When he was a therapist, Mr. Horbay counselled many gambling addicts. Some also struggled with substance abuse, which indicated they were likely predisposed to addiction. But the machine gamblers were different. Many didn't exhibit typical addict behaviours. Their problems didn't stem from a mental defect, Mr. Horbay believed, but from conditioning. The slot machines had made them addicts.
Slot machine players fall into trouble when they believe they can beat the game. But according to some gambling experts, players have good reason to believe that. Research has shown that the visuals presented to slots players suggest they should win two to five times the amount they wager. Since slot machines account for about 80 per cent of casino revenues, that's obviously not happening. And even though players know, logically, that the house always wins, many describe thinking differently when sitting in front of those spinning reels.
This visual distortion of the odds, says Mr. Horbay, leads to major problems in treating slot-machine addicts. Other types of problem gamblers are easier to treat because they exhibit obvious irrational thinking. People who boast of world-class poker skills, for example, might actually have less talent than your average weekend hack. A therapist can help them realize that. Treating problem machine gamblers, however, is more complicated because they are coming to accurate conclusions. It's the information upon which they are basing those conclusions that's false.
"The games should be designed to play in accordance with the natural appearance of the games and the expectations of the gamblers who play them," says Mr. Horbay.
This opinion has been voiced before. Back in the 1980s, when the Nevada State Gaming Control Board conducted hearings to determine if it should approve Telnaes-style slot machines, some major players within the gambling industry considered the new machines to be unethical. In a letter to the board, the president of Bally Gaming Inc. wrote: "It would appear to us that if a mechanical reel on a slot machine possesses four sevens and it is electronically playing as if there were one seven, the player is being visually misled."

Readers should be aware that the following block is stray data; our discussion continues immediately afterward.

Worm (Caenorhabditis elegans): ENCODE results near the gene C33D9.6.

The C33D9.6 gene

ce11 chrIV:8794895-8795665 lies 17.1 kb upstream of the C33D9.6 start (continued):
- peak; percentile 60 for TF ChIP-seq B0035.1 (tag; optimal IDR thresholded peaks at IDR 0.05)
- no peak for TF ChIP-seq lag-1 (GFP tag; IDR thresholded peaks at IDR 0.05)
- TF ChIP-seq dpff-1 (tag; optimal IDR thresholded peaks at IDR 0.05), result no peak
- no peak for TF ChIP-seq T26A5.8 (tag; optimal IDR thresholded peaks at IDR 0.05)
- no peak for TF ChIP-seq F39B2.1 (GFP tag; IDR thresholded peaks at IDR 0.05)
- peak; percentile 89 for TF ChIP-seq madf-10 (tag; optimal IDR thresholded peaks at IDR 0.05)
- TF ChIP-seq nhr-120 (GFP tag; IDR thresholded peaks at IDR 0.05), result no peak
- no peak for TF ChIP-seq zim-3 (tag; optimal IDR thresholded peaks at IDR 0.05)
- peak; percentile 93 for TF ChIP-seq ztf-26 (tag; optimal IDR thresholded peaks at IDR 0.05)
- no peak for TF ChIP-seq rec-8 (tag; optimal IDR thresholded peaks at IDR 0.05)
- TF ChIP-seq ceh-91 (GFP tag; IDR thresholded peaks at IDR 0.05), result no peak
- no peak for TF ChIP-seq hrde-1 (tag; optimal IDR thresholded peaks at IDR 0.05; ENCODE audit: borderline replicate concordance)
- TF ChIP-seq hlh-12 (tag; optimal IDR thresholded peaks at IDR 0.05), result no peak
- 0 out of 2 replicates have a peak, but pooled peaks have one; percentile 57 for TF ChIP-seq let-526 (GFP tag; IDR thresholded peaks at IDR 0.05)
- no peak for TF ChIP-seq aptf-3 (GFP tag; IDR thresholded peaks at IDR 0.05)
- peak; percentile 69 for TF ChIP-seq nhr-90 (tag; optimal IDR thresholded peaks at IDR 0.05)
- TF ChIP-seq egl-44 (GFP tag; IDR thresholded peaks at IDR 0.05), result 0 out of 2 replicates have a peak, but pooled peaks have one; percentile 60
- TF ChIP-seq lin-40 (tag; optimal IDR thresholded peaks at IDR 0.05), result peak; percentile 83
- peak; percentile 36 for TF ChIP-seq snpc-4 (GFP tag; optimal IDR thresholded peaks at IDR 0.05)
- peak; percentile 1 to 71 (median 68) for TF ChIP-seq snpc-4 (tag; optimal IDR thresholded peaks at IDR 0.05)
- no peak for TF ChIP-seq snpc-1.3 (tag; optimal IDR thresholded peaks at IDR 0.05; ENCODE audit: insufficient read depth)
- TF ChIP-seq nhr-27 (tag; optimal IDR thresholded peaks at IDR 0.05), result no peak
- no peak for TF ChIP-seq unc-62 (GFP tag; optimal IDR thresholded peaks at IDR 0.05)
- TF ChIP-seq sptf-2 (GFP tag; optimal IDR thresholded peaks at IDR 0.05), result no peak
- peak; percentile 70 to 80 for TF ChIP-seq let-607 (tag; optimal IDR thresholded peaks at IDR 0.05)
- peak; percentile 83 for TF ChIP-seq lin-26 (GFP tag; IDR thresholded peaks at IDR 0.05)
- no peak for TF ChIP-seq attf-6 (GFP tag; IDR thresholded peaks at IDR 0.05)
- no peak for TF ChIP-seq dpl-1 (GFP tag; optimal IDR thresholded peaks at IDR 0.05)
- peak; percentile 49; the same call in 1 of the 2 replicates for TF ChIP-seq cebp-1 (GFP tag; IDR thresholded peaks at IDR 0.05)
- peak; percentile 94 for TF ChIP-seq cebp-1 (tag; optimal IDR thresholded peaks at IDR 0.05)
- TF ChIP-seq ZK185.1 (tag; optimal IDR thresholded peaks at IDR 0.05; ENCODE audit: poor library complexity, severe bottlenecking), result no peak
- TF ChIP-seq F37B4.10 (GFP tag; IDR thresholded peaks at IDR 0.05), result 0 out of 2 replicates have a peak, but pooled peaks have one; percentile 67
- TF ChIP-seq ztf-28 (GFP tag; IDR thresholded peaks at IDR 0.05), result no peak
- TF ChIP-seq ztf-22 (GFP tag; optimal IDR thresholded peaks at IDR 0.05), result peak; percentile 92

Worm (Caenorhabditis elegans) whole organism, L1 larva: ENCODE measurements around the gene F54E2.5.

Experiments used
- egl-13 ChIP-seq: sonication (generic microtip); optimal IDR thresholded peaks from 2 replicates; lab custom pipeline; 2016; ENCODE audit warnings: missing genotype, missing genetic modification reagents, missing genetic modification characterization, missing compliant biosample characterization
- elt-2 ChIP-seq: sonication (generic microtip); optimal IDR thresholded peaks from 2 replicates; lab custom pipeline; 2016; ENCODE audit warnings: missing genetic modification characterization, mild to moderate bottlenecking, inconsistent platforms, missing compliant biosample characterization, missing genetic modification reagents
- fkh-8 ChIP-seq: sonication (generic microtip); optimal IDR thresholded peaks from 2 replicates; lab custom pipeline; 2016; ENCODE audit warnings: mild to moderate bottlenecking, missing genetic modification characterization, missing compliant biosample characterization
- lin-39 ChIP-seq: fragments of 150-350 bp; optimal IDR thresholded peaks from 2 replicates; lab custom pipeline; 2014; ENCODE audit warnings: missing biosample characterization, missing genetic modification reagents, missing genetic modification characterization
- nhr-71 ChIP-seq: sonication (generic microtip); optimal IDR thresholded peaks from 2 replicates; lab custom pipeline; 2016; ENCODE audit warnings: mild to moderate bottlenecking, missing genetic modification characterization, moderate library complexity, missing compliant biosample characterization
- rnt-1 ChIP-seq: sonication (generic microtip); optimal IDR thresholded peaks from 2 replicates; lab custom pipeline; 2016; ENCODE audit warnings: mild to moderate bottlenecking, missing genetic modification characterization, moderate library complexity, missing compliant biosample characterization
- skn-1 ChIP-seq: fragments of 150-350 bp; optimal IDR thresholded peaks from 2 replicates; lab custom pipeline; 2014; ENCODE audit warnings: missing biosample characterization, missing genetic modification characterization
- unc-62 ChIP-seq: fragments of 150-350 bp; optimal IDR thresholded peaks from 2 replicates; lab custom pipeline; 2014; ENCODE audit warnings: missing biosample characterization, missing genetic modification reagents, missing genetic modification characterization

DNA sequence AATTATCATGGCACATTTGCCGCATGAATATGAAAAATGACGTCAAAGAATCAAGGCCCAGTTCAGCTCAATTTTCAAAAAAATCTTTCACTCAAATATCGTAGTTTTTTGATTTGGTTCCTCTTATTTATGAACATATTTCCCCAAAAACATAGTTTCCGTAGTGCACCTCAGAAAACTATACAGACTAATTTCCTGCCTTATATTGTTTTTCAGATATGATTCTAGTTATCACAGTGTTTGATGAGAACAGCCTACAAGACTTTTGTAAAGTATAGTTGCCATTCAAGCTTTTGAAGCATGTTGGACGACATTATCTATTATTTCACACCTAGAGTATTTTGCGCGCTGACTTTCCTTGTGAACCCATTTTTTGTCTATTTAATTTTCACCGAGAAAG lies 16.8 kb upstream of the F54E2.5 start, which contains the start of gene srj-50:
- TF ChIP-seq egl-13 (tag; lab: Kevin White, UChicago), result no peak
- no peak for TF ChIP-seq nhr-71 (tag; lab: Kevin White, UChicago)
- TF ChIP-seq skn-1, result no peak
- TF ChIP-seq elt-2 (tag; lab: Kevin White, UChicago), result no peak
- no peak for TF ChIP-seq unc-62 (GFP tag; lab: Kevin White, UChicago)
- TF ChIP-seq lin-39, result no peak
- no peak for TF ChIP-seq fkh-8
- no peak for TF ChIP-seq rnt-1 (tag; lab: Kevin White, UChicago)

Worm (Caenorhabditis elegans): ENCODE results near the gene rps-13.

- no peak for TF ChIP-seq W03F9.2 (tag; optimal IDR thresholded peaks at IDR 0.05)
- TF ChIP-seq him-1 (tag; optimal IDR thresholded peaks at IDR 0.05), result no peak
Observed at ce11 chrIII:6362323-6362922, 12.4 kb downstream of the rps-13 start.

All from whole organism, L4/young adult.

Despite these objections, the board approved the new slot machines. It would turn out to be a decision that changed the face of gambling. "It's the fundamental thing that happened that enabled slot machines to take over the gaming industry," says Kevin Harrigan, a University of Waterloo professor who has conducted extensive research on electronic gaming machines.
"I don't think the industry is sitting around saying, 'How do we addict people?' It just has to do with the bottom line. They're going to do everything in their power to get people to play longer, faster and more intensively ... That's their ideal customer, and that customer, it seems to me, overlaps uncomfortably with someone we call an addict. If we all did what the industry wants us to, we'd all be called addicts."
- Dr. Natasha Dow Schüll, Associate professor at MIT, expert on science of slot machines and author of the book Addiction by Design
"Fewer than twenty-five percent of Massachusetts residents went out of state to gamble. Seventy-Five percent didn't. That's the group the industry wants. They want the sevently-five percent that can get on the T and go to a nearby casino, and get in trouble with gambling. That's the playbook."
- Former State Senator Sue Tucker